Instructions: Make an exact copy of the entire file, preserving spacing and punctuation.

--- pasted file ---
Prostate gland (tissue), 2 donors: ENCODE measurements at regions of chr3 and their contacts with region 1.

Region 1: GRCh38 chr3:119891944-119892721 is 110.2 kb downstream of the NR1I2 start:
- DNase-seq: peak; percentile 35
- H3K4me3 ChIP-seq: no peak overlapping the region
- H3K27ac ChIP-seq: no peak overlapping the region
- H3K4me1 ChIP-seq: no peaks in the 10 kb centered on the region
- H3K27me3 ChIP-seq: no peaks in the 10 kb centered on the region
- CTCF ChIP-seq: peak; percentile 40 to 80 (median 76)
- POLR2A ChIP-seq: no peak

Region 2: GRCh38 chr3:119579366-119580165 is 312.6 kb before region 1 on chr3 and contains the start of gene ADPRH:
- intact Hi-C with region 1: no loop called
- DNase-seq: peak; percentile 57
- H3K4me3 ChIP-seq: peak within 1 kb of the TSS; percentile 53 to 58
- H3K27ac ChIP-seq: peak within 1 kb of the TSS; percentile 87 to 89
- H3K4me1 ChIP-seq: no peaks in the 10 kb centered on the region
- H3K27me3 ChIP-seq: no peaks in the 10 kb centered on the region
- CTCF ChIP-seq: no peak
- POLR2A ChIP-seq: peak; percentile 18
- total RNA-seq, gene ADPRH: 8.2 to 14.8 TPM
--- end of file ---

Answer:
Prostate gland (tissue), 2 donors: ENCODE measurements at regions of chr3 and their contacts with region 1.

Region 1: GRCh38 chr3:119891944-119892721 is 110.2 kb downstream of the NR1I2 start:
- DNase-seq: peak; percentile 35
- H3K4me3 ChIP-seq: no peak overlapping the region
- H3K27ac ChIP-seq: no peak overlapping the region
- H3K4me1 ChIP-seq: no peaks in the 10 kb centered on the region
- H3K27me3 ChIP-seq: no peaks in the 10 kb centered on the region
- CTCF ChIP-seq: peak; percentile 40 to 80 (median 76)
- POLR2A ChIP-seq: no peak

Region 2: GRCh38 chr3:119579366-119580165 is 312.6 kb before region 1 on chr3 and contains the start of gene ADPRH:
- intact Hi-C with region 1: no loop called
- DNase-seq: peak; percentile 57
- H3K4me3 ChIP-seq: peak within 1 kb of the TSS; percentile 53 to 58
- H3K27ac ChIP-seq: peak within 1 kb of the TSS; percentile 87 to 89
- H3K4me1 ChIP-seq: no peaks in the 10 kb centered on the region
- H3K27me3 ChIP-seq: no peaks in the 10 kb centered on the region
- CTCF ChIP-seq: no peak
- POLR2A ChIP-seq: peak; percentile 18
- total RNA-seq, gene ADPRH: 8.2 to 14.8 TPM